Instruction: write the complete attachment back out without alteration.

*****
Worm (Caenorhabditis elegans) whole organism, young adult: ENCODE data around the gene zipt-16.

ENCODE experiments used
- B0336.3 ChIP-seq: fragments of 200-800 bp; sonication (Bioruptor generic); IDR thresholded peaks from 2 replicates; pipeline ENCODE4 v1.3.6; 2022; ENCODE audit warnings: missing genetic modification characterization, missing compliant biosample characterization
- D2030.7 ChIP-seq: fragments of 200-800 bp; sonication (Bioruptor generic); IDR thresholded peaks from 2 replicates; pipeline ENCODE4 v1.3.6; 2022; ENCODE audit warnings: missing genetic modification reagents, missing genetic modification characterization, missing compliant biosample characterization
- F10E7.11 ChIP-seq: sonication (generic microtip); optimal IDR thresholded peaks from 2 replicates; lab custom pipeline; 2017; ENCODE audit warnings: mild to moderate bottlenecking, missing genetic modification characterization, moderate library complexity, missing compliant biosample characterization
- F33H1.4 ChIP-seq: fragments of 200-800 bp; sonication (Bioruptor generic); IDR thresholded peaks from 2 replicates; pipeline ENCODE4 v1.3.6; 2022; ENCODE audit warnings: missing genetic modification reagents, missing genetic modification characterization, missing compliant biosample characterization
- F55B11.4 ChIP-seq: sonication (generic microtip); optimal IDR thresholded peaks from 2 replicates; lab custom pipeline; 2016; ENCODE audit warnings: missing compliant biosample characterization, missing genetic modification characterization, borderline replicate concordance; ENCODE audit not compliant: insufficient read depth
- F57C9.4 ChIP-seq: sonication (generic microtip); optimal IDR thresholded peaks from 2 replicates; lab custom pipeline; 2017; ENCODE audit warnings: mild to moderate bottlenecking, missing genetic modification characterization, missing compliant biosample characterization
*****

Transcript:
Worm (Caenorhabditis elegans) whole organism, young adult: ENCODE data around the gene zipt-16.

ENCODE experiments used
- B0336.3 ChIP-seq: fragments of 200-800 bp; sonication (Bioruptor generic); IDR thresholded peaks from 2 replicates; pipeline ENCODE4 v1.3.6; 2022; ENCODE audit warnings: missing genetic modification characterization, missing compliant biosample characterization
- D2030.7 ChIP-seq: fragments of 200-800 bp; sonication (Bioruptor generic); IDR thresholded peaks from 2 replicates; pipeline ENCODE4 v1.3.6; 2022; ENCODE audit warnings: missing genetic modification reagents, missing genetic modification characterization, missing compliant biosample characterization
- F10E7.11 ChIP-seq: sonication (generic microtip); optimal IDR thresholded peaks from 2 replicates; lab custom pipeline; 2017; ENCODE audit warnings: mild to moderate bottlenecking, missing genetic modification characterization, moderate library complexity, missing compliant biosample characterization
- F33H1.4 ChIP-seq: fragments of 200-800 bp; sonication (Bioruptor generic); IDR thresholded peaks from 2 replicates; pipeline ENCODE4 v1.3.6; 2022; ENCODE audit warnings: missing genetic modification reagents, missing genetic modification characterization, missing compliant biosample characterization
- F55B11.4 ChIP-seq: sonication (generic microtip); optimal IDR thresholded peaks from 2 replicates; lab custom pipeline; 2016; ENCODE audit warnings: missing compliant biosample characterization, missing genetic modification characterization, borderline replicate concordance; ENCODE audit not compliant: insufficient read depth
- F57C9.4 ChIP-seq: sonication (generic microtip); optimal IDR thresholded peaks from 2 replicates; lab custom pipeline; 2017; ENCODE audit warnings: mild to moderate bottlenecking, missing genetic modification characterization, missing compliant biosample characterization